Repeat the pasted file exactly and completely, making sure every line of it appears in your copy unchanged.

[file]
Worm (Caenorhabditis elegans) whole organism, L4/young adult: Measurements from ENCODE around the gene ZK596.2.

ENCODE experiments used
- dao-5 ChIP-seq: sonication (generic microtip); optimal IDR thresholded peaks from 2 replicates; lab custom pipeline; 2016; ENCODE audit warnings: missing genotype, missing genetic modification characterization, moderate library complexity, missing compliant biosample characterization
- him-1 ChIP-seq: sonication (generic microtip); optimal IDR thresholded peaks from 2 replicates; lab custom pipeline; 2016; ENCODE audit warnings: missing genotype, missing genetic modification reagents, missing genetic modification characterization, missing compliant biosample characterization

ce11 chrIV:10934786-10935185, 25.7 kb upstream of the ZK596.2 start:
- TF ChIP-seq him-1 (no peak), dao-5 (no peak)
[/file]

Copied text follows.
Worm (Caenorhabditis elegans) whole organism, L4/young adult: Measurements from ENCODE around the gene ZK596.2.

ENCODE experiments used
- dao-5 ChIP-seq: sonication (generic microtip); optimal IDR thresholded peaks from 2 replicates; lab custom pipeline; 2016; ENCODE audit warnings: missing genotype, missing genetic modification characterization, moderate library complexity, missing compliant biosample characterization
- him-1 ChIP-seq: sonication (generic microtip); optimal IDR thresholded peaks from 2 replicates; lab custom pipeline; 2016; ENCODE audit warnings: missing genotype, missing genetic modification reagents, missing genetic modification characterization, missing compliant biosample characterization

ce11 chrIV:10934786-10935185, 25.7 kb upstream of the ZK596.2 start:
- TF ChIP-seq him-1 (no peak), dao-5 (no peak)